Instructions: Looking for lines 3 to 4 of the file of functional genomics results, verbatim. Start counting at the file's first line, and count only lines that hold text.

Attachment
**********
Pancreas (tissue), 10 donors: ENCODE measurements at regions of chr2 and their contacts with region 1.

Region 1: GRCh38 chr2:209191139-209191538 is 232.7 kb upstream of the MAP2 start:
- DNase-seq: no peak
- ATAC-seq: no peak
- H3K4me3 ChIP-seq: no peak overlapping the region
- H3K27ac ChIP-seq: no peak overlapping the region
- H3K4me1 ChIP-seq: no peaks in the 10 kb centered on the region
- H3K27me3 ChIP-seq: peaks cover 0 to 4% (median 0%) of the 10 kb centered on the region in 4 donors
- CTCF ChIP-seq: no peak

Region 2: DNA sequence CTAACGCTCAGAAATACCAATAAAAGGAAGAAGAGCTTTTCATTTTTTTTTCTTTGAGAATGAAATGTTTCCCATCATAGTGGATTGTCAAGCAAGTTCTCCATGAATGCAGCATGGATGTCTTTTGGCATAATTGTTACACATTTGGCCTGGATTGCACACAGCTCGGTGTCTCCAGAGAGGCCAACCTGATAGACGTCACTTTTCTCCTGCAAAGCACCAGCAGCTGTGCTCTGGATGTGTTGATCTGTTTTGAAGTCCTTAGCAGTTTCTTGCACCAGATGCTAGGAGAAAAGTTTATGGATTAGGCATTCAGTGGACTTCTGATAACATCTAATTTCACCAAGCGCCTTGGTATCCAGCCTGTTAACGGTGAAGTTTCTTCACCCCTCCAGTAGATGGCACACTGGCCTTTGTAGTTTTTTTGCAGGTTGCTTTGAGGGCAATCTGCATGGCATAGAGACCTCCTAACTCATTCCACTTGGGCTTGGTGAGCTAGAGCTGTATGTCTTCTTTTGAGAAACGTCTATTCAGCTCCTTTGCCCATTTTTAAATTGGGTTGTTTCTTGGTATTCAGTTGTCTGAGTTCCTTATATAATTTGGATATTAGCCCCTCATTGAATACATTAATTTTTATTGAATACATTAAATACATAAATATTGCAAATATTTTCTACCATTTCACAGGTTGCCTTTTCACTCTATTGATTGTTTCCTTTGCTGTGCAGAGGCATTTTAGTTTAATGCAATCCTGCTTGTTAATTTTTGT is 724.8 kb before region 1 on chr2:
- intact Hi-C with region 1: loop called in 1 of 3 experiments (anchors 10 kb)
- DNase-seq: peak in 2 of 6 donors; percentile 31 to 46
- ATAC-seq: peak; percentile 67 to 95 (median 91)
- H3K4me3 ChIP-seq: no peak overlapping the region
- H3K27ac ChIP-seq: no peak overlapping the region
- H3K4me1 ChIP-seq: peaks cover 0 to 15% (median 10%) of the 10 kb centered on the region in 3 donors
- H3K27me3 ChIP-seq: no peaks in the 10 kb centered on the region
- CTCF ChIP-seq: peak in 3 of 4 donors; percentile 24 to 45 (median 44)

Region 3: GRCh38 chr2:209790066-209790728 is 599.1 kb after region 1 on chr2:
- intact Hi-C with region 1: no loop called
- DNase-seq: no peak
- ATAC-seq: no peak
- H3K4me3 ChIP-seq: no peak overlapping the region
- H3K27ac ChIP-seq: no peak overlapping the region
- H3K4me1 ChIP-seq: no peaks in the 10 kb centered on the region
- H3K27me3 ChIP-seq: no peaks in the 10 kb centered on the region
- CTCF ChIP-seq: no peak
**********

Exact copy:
- DNase-seq: no peak
- ATAC-seq: no peak